Facts and figures were offered regarding the return on investment of arts and heritage tourism along with examples of collaboration between arts and history communities and ways to access funding for cultural tourism related programs through grant programs of the state agencies. Questions were posed on how to get started in cultural heritage tourism, how to pull cultural assets together and how to sustain the energy that is generated as a result of their use in downtowns.

The challenge of participating in this very important statewide conference is clearly outweighed by the opportunities it offers to not only remind municipal leaders that art and history are important to defining the character of their towns, but to gain new supporters on the local level. After all, we all know that New Jersey is characterized by its “home rule.”

But you never know if that young city commissioner you just spoke to at length about public art will be the next State Senator, Secretary of State, or Governor. And chances are he or she will remember that giant state of New Jersey so beautifully rendered in fiber and that Arts and History do happen all over New Jersey!

Ann Marie Miller is Executive Director of ArtPride NJ, a statewide advocate for the arts, and a regular Dodge Blog contributor. Learn more at http://artpridenj.com.

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Dodge Week in Review

Posted on by Dodge

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Scroll through to learn more about what’s on the minds of Dodge Foundation program directors, what our grantees are up to and fun things you can do this weekend in New Jersey.

Just click on the links to learn more.

 

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Jersey Give Back Guide Returns to Simplify Year-end Giving to New Jersey Nonprofits

Posted on by Meghan Jambor

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We are excited today to debut this year’s Jersey Give Back Guide, an online giving tool designed to showcase and support some of New Jersey’s most effective and respected nonprofits.

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Meghan Jambor

Using the Jersey Give Back Guide’s online “Generosity Generator,” you can choose from four categories — Community, Arts, Environment and Newark — to learn more about this year’s 22 featured nonprofits. Pick one or more that fits your passion, and in just a few quick clicks, you can make a donation that will go directly to the organization(s).

Then sit back and relish that good feeling you get only when you help others. (Hint: Want to prolong that feeling? Make more than one donation.) Each and every nonprofit is worth your investment, even if it is $5. Every dollar counts.

How do we know? The Dodge Foundation and Victoria Foundation chose organizations that excel in collaboration, innovation, and community engagement. All have excellent reputations for their work and reflect the programmatic and geographic diversity of the nonprofit sector in New Jersey.

Just look at this impressive list of organizations you can support through the Jersey Give Back Guide:

This is the second year of the Jersey Give Back Guide. In 2013, more than 500 generous people donated $30,000 to the 15 nonprofit organizations featured in last year’s Jersey Give Back Guide.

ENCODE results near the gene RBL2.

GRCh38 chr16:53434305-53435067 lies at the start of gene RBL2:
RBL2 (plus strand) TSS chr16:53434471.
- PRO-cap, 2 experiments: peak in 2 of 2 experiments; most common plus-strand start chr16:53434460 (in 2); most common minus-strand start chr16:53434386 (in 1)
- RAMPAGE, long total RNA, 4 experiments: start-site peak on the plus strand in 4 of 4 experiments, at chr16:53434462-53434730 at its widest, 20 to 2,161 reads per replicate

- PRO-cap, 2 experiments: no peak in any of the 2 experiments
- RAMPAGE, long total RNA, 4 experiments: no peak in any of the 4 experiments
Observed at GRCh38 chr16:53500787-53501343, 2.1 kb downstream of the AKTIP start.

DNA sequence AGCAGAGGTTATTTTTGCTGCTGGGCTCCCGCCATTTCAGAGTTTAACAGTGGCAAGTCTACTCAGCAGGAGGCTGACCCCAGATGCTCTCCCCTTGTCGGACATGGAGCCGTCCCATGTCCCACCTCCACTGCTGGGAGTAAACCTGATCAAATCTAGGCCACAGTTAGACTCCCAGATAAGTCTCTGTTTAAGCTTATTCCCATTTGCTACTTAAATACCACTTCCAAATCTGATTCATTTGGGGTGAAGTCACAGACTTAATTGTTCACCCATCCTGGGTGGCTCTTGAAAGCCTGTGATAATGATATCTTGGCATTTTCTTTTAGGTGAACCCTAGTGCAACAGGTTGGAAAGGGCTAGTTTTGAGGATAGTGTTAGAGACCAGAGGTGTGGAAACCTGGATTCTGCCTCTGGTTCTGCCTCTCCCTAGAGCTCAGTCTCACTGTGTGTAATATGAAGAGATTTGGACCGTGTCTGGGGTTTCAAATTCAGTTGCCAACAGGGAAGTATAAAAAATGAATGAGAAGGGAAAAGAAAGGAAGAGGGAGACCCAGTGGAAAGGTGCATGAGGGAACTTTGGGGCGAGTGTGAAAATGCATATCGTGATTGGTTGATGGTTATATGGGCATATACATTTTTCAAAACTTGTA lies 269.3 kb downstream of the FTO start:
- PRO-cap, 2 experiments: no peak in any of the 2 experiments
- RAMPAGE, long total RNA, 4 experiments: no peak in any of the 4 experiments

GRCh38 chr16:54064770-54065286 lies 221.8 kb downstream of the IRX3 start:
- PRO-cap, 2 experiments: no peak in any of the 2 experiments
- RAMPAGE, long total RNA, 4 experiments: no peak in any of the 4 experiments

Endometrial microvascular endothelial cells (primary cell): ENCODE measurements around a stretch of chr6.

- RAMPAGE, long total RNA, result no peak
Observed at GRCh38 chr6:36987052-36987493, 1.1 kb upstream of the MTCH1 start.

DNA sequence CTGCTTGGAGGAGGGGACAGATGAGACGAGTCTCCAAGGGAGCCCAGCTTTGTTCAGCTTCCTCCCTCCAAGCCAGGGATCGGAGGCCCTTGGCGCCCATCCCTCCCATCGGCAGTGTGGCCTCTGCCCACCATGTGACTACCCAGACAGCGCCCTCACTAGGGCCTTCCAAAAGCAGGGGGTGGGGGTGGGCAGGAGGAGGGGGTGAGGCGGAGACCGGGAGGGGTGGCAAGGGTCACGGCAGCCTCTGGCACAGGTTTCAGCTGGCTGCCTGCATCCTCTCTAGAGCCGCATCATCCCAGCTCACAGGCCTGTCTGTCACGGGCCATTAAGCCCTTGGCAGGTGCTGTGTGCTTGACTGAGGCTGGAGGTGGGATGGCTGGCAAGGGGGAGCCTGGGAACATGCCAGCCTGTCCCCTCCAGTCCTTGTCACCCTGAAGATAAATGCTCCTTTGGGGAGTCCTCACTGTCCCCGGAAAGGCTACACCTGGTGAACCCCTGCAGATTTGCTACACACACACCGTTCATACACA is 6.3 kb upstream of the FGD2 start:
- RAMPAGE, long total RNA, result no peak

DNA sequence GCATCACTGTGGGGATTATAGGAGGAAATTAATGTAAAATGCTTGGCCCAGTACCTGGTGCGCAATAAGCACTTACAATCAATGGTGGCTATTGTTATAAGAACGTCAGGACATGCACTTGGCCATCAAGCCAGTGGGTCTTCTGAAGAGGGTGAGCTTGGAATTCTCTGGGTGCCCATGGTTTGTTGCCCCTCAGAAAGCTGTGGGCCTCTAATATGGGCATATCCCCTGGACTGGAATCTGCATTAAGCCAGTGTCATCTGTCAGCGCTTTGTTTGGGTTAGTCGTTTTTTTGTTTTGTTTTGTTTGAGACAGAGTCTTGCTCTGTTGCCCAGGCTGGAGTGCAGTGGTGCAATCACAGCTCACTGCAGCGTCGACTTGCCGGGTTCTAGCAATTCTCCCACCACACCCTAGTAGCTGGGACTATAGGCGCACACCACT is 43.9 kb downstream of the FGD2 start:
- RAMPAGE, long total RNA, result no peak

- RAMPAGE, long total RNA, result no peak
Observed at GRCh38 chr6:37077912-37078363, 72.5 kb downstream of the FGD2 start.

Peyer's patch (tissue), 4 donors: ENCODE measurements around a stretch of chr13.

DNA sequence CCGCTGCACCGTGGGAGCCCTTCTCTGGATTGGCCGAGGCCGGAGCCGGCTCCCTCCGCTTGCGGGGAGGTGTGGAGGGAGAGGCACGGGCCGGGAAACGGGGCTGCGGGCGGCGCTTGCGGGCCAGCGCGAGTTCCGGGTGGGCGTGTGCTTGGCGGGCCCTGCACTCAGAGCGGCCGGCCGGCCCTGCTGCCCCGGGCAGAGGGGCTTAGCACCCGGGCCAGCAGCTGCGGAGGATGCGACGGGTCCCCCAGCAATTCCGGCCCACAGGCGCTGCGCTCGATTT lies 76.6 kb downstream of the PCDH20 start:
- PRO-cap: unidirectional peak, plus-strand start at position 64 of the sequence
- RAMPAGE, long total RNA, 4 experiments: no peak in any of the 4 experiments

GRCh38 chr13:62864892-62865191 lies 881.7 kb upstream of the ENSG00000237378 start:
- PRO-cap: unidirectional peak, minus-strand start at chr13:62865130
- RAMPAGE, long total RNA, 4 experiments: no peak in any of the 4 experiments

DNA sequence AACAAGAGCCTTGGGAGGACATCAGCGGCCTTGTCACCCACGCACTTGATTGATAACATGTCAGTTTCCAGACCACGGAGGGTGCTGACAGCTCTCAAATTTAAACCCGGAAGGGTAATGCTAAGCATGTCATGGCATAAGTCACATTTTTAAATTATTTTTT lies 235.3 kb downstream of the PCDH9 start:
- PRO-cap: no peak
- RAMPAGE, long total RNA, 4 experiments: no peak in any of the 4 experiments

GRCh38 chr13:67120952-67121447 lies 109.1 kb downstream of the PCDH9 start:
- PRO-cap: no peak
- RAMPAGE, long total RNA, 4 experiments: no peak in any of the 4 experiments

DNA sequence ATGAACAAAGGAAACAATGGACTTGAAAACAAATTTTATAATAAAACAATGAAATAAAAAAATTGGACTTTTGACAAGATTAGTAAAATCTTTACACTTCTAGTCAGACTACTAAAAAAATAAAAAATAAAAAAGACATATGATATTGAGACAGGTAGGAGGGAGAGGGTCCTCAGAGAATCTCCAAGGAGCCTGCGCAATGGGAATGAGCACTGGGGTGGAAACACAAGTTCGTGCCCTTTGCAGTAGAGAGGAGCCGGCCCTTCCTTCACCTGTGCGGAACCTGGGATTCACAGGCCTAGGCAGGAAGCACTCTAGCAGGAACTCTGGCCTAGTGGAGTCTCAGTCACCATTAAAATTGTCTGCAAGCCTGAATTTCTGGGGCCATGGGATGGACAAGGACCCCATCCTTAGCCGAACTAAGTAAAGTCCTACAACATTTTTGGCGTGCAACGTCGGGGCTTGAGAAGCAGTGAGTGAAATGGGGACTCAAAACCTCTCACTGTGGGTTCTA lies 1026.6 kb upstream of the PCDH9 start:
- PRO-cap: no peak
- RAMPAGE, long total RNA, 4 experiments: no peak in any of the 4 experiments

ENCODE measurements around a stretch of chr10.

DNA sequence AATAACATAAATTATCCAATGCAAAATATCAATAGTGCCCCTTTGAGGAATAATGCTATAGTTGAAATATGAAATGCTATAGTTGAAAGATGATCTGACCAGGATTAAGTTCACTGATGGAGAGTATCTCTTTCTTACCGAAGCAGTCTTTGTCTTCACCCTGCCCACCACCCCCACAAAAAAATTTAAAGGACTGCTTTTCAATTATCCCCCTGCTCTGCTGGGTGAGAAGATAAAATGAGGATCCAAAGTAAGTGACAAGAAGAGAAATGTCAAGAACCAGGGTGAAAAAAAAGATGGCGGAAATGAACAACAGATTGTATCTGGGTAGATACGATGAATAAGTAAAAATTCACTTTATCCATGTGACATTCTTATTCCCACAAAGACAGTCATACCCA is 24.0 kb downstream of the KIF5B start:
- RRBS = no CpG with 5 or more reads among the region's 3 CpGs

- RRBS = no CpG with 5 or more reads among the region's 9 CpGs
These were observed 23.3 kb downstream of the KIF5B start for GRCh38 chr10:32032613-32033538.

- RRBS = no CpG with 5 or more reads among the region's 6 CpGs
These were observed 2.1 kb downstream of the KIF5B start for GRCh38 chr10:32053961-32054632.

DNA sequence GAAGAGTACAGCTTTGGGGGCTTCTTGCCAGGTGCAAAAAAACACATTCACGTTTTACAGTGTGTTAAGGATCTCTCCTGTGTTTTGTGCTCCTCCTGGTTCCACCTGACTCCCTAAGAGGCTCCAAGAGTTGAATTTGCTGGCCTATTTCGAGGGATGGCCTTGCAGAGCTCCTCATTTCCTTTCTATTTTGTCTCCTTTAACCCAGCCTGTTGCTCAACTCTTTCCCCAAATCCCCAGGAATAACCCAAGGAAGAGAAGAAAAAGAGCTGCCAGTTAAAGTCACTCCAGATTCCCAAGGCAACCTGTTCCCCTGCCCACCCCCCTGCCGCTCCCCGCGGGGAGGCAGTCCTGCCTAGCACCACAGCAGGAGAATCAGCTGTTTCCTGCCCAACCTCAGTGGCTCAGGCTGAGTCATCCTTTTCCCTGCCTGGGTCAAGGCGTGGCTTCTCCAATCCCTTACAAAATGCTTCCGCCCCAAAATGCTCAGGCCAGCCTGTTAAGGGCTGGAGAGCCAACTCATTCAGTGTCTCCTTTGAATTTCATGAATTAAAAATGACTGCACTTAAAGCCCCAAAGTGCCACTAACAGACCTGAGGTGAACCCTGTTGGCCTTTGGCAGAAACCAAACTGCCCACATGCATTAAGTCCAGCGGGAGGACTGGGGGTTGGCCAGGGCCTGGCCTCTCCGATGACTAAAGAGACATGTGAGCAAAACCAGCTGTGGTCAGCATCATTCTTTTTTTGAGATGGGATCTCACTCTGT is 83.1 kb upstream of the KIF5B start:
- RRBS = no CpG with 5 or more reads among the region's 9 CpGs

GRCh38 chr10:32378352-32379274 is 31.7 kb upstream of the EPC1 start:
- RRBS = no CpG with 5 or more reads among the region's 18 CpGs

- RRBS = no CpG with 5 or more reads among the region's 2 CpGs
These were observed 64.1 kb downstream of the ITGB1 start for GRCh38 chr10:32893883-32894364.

Our hope is that you can help us double that amount to raise at least $60,000 for the nonprofits part of this year’s Jersey Give Back Guide. We know that with your help, we can get there.

And we know there are more than 500 generous New Jerseyans in our great state! Please help us spread the word about the Jersey Give Back Guide and how simple it is to donate. Tell your friends, neighbors, co-workers, book club, pick-up basketball team, prayer group, yoga class and happy hour companions. Get them to help you make New Jersey an even better place to live, work and play.

The Dodge Foundation couldn’t do this without our partners — the Victoria Foundation, Community Foundation of New Jersey and the Council of New Jersey Grantmakers. Thanks are also due to Jersey Give Back Guide media partners: NJ Advance Media and NJ Monthly magazine.

Connect with the Generosity Generator on Twitter @JerseyGiveGuide and use #njgives when you tell your Twitter, Facebook and Instagram friends about your donation!

Please check out www.JerseyGiveBackGuide.org and get busy giving!

 

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Philanthropy’s Role in Sandy Recovery Must Continue

Posted on by  Nina Stack, President, Council of New Jersey Grantmakers

learning and leading

On the anniversary of Super Storm Sandy last month, the Foundation Center released a report that was jointly commissioned by the Council of New Jersey Grantmakers and my colleagues at Philanthropy New York.

Giving in the Aftermath of Hurricane Sandy provides us with the first comprehensive look at how private philanthropy responded. Beyond reporting the numbers, my hope is that the report will also be used as a guide for foundations, corporations and other donors outside of our state as to the nonprofits on the ground with whom local funders have great confidence.

As this report makes clear, private and corporate philanthropy was exceptionally responsive after Superstorm Sandy came crashing into New Jersey’s coastal communities, flooding towns as far as 30 miles from the ocean, and upending the lives of thousands of our neighbors, schools, small businesses and communities.